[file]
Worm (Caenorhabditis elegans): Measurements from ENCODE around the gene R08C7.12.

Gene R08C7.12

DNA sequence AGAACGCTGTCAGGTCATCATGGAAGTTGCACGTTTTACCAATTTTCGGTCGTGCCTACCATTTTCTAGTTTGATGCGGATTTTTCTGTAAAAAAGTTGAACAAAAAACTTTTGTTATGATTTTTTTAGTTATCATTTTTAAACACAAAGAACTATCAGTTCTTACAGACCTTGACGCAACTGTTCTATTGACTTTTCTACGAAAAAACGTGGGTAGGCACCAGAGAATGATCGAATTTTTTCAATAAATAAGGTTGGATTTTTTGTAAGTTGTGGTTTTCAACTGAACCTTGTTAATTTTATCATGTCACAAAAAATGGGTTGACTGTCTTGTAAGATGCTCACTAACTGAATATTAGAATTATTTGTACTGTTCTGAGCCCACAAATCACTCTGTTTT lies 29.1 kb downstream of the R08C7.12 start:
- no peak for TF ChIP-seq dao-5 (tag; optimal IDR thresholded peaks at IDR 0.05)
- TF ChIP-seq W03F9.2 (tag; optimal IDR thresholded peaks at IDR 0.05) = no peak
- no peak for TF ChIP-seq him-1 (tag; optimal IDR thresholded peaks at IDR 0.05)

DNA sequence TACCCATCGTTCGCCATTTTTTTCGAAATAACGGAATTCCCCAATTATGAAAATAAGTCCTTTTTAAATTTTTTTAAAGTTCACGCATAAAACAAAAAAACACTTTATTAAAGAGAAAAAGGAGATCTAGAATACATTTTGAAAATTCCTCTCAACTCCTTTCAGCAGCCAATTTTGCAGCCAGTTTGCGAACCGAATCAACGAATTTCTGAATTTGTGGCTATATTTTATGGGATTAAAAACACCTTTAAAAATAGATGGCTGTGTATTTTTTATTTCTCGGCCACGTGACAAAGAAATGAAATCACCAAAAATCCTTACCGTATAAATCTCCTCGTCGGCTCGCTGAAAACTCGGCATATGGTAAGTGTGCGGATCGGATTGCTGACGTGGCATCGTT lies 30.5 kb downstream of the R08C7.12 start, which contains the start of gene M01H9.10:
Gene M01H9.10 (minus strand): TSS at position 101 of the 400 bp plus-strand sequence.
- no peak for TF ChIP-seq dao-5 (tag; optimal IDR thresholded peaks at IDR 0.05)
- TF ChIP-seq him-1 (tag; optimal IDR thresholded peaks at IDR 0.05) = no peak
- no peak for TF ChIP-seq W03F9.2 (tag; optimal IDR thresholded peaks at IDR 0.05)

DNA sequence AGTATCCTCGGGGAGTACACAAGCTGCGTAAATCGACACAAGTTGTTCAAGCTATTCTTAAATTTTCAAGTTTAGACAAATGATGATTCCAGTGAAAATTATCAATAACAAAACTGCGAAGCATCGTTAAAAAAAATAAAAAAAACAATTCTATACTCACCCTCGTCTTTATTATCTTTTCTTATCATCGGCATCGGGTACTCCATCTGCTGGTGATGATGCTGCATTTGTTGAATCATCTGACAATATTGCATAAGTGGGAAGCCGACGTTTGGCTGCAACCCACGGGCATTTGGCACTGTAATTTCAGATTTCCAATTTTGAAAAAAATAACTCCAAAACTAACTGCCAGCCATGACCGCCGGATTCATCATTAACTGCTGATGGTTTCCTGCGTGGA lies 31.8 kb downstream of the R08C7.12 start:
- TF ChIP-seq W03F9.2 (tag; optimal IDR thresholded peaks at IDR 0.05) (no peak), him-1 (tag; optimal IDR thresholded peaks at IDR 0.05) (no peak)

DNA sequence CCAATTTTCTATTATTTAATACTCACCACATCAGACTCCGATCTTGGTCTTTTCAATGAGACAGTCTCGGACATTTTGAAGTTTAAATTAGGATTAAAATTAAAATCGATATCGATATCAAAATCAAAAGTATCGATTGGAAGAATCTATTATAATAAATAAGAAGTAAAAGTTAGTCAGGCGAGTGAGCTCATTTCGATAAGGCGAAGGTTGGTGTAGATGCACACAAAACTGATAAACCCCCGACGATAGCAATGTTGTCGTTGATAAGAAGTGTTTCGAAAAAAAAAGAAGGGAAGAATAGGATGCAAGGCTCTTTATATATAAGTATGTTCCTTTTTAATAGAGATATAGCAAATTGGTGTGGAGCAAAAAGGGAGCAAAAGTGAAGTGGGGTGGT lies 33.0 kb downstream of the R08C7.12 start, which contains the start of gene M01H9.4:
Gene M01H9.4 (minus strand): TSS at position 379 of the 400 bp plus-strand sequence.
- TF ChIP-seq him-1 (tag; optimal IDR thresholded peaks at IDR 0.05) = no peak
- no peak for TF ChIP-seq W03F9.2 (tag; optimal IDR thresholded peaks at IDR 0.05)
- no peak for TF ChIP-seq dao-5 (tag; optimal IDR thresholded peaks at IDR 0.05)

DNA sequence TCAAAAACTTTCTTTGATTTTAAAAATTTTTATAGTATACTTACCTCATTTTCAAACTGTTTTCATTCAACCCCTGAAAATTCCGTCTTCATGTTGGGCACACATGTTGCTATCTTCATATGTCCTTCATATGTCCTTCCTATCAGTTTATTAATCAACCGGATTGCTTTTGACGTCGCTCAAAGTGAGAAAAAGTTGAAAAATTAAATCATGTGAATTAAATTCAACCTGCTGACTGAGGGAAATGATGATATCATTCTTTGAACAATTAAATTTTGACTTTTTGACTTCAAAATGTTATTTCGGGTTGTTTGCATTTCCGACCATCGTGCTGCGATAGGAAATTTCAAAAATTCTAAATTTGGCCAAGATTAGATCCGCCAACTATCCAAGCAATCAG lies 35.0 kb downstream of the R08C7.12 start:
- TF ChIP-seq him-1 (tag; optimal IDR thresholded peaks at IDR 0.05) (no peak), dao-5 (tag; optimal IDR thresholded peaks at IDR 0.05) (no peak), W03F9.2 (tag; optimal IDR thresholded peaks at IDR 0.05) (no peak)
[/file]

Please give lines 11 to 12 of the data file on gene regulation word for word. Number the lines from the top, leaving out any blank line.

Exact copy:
- no peak for TF ChIP-seq W03F9.2 (tag; optimal IDR thresholded peaks at IDR 0.05)

DNA sequence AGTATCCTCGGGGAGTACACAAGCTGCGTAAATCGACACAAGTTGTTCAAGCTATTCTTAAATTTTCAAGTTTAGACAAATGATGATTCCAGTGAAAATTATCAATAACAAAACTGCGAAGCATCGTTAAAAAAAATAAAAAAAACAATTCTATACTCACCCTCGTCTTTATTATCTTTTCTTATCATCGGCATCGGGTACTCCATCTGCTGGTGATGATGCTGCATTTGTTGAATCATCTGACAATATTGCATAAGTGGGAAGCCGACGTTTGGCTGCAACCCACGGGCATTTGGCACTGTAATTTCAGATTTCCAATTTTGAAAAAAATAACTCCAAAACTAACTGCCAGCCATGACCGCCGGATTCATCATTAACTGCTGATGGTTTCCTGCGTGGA lies 31.8 kb downstream of the R08C7.12 start: